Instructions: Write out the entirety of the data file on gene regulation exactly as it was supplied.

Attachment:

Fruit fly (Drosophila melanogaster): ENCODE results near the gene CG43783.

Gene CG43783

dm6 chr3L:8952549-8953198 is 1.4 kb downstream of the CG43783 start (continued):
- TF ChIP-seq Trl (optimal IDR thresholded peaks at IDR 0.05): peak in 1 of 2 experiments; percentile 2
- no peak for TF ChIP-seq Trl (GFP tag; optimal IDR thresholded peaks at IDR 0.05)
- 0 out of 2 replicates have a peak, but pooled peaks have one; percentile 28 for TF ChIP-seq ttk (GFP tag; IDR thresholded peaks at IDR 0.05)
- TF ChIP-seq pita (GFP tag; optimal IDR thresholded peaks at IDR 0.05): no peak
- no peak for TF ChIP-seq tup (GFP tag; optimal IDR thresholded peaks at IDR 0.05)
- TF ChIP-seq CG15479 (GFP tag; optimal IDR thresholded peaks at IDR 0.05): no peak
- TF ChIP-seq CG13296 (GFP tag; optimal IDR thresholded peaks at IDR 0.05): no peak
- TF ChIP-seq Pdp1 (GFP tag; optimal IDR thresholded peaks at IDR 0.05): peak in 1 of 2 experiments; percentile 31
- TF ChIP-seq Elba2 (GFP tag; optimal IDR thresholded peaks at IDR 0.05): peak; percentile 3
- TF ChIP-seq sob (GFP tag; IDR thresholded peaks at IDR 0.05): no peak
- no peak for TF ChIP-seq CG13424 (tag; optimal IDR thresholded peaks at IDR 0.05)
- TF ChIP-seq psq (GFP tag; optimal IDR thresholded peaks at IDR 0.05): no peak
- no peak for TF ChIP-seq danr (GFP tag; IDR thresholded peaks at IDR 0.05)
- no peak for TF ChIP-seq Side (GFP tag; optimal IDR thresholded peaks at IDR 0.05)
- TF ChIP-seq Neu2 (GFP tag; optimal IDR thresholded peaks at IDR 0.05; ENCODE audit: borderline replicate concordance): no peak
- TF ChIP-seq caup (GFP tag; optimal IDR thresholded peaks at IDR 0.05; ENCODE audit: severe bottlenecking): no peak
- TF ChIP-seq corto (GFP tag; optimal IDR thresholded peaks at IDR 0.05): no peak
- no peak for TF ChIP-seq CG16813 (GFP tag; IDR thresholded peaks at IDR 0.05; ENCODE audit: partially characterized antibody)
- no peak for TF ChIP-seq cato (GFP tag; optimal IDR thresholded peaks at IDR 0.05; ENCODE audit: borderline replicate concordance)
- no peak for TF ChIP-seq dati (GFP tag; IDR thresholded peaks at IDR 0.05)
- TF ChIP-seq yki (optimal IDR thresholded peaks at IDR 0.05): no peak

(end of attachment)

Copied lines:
Fruit fly (Drosophila melanogaster): ENCODE results near the gene CG43783.

Gene CG43783

dm6 chr3L:8952549-8953198 is 1.4 kb downstream of the CG43783 start (continued):
- TF ChIP-seq Trl (optimal IDR thresholded peaks at IDR 0.05): peak in 1 of 2 experiments; percentile 2
- no peak for TF ChIP-seq Trl (GFP tag; optimal IDR thresholded peaks at IDR 0.05)
- 0 out of 2 replicates have a peak, but pooled peaks have one; percentile 28 for TF ChIP-seq ttk (GFP tag; IDR thresholded peaks at IDR 0.05)
- TF ChIP-seq pita (GFP tag; optimal IDR thresholded peaks at IDR 0.05): no peak
- no peak for TF ChIP-seq tup (GFP tag; optimal IDR thresholded peaks at IDR 0.05)
- TF ChIP-seq CG15479 (GFP tag; optimal IDR thresholded peaks at IDR 0.05): no peak
- TF ChIP-seq CG13296 (GFP tag; optimal IDR thresholded peaks at IDR 0.05): no peak
- TF ChIP-seq Pdp1 (GFP tag; optimal IDR thresholded peaks at IDR 0.05): peak in 1 of 2 experiments; percentile 31
- TF ChIP-seq Elba2 (GFP tag; optimal IDR thresholded peaks at IDR 0.05): peak; percentile 3
- TF ChIP-seq sob (GFP tag; IDR thresholded peaks at IDR 0.05): no peak
- no peak for TF ChIP-seq CG13424 (tag; optimal IDR thresholded peaks at IDR 0.05)
- TF ChIP-seq psq (GFP tag; optimal IDR thresholded peaks at IDR 0.05): no peak
- no peak for TF ChIP-seq danr (GFP tag; IDR thresholded peaks at IDR 0.05)
- no peak for TF ChIP-seq Side (GFP tag; optimal IDR thresholded peaks at IDR 0.05)
- TF ChIP-seq Neu2 (GFP tag; optimal IDR thresholded peaks at IDR 0.05; ENCODE audit: borderline replicate concordance): no peak
- TF ChIP-seq caup (GFP tag; optimal IDR thresholded peaks at IDR 0.05; ENCODE audit: severe bottlenecking): no peak
- TF ChIP-seq corto (GFP tag; optimal IDR thresholded peaks at IDR 0.05): no peak
- no peak for TF ChIP-seq CG16813 (GFP tag; IDR thresholded peaks at IDR 0.05; ENCODE audit: partially characterized antibody)
- no peak for TF ChIP-seq cato (GFP tag; optimal IDR thresholded peaks at IDR 0.05; ENCODE audit: borderline replicate concordance)
- no peak for TF ChIP-seq dati (GFP tag; IDR thresholded peaks at IDR 0.05)
- TF ChIP-seq yki (optimal IDR thresholded peaks at IDR 0.05): no peak